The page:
• Halema`uma`u Just Before Dawn

    Hawai'i Volcanoes

    National Park Hawai'i

Bike the Volcanoes

Hawai'i Volcanoes National Park offers adventurous bicyclists dramatic views of volcanic landscapes. Descend into the steaming caldera of Kilauea volcano via Crater Rim Drive. Pedal through deserts and rain forests, past craters and rift zones. Biking in the park provides exciting opportunities for everyone - old or young, experienced or novice.

Protect the fragile lava features, rare plants, and archeological sites. Ride only on designated bike routes.

Plan Ahead

Planning is important to ensure a safe bicycle trip. Stop at Kilauea Visitor Center for trip information, current road conditions and eruption updates. Also at the Visitor Center, pick up the "Bike Guide" leaflet (pdf - 4.48MB), complete with trip suggestions. Most visitors travel in cars and buses. Traffic is heaviest between 10am and 3pm especially on Crater Rim Drive. Be alert! Narrow winding roads through the rain forest limit visibility and pose hazards to bicyclists.

 

Follow the Rules

  • Always ride single file on the right side of the road. Do not weave in and out.
  • Adjust your spacing to allow motor vehicles to pass safely.
  • Stop at stop signs and don't exceed the speed limit.

Consider Others

  • Watch for and yield to hikers, horses and nene (Hawaiian Geese).
  • Be Safe. Control your downhill speed.
  • Call out a warning before overtaking other trail users.
  • Bike out what you bike in. Leave no Trace!
 

Overnight Camping
Camping is free (park entrance fees apply) and available on a first-come basis at Namakanipaio and Kulanaokuaiki campgrounds. Water is not available at Kulanaokuaiki campground. Bring warm clothing, rain gear, a tent, campstove, and flashlights with extra batteries. Fires are only permitted in barbeque pits at Namakanipaio campground (bring your own firewood).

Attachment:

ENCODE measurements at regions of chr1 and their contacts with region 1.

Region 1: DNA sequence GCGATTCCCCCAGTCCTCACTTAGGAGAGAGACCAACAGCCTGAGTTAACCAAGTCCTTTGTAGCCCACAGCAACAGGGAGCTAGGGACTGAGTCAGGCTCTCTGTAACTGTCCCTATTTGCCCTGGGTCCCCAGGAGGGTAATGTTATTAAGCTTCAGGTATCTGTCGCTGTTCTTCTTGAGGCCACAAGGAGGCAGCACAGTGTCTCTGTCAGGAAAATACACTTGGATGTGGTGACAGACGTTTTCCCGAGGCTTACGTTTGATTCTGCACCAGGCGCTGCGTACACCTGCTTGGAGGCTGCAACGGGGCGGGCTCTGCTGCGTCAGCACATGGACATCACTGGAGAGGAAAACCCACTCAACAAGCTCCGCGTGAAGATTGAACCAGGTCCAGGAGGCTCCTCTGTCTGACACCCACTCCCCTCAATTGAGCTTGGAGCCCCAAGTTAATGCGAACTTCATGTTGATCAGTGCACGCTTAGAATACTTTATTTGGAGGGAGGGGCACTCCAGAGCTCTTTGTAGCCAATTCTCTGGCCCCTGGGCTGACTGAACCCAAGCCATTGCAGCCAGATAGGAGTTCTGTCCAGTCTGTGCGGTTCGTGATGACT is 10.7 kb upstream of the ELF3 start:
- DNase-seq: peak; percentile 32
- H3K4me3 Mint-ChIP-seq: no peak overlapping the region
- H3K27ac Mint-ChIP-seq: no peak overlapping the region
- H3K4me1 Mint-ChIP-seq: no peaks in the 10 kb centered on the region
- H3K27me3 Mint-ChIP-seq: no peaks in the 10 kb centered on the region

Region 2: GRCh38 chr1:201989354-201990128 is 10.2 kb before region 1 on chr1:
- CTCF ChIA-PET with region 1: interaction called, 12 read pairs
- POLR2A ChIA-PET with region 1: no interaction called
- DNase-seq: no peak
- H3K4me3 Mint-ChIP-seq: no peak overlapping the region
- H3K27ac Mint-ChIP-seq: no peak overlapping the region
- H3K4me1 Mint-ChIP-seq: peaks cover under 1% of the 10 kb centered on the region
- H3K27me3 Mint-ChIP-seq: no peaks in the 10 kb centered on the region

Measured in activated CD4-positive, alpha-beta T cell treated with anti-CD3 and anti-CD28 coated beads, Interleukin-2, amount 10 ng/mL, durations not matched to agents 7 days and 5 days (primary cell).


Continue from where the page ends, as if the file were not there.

Weather
Expect rain! Rain clouds can overcome sunny skies in minutes. Weather is extremely variable in the park. Along the coast it can be hot, dry, and sunny. At the volcano's summit it can be cold, wet, and windy. Please consult climate and weather information to prepare accordingly for your trip.

Check our Weather and Climate webpage for more information and prepare accordingly for your trip.

 

Safety and Health
Know your biking abilities before beginning a trip in the Park. In some sections, you will climb as much as 2,500 feet in 6 miles (600 m in 10 km).

  • Take and drink plenty of water
  • Wear a bicycle helmet. State law requires that children under the age of 17 wear helmets
  • Wear bright reflective clothing to be easily seen by motorists
  • Avoid overexposure to the intense sun. Wear sunglasses and sunscreen
  • Stay on designated bike routes to avoid cracks and cliffs. A bicycle map and trip suggestions are available at the Kilauea Visitor Center
  • Carry spare equipment for minor repairs
  • Cell-phone service is not always available in many areas of the park
 
Volcanic Air Pollution

Sulfur dioxide gas and sulfuric acid mist can make breathing difficult especially near Halema'uma'u Crater and on the lower half of Chain of Craters Road. At times, the entire park can be affected. On those days vigorous physical activity should be avoided. Individuals with respiratory or heart conditions, infants and pregnant women should be especially careful to avoid prolonged exposure to volcanic air pollution.

Fees and Permits
Park entrance fees apply to vehicles and bicycles and are valid for seven consecutive days. Commerical groups need a commercial use permit before entering the park. Non-commercial groups of more than 12 bicyclists should notify the park with trip details - call (808) 985-6027.

 
 

Did You Know?

`Ohi`a tree with lehua blossoms.

The `ohi`a lehua (Metrosideros polymorpha) is a pioneer plant on new lava and a dominant tree in most mature Hawaiian forests. Honeycreepers, like the `apapane and `amakihi, are often seen sipping sweet nectar from its flowers. More...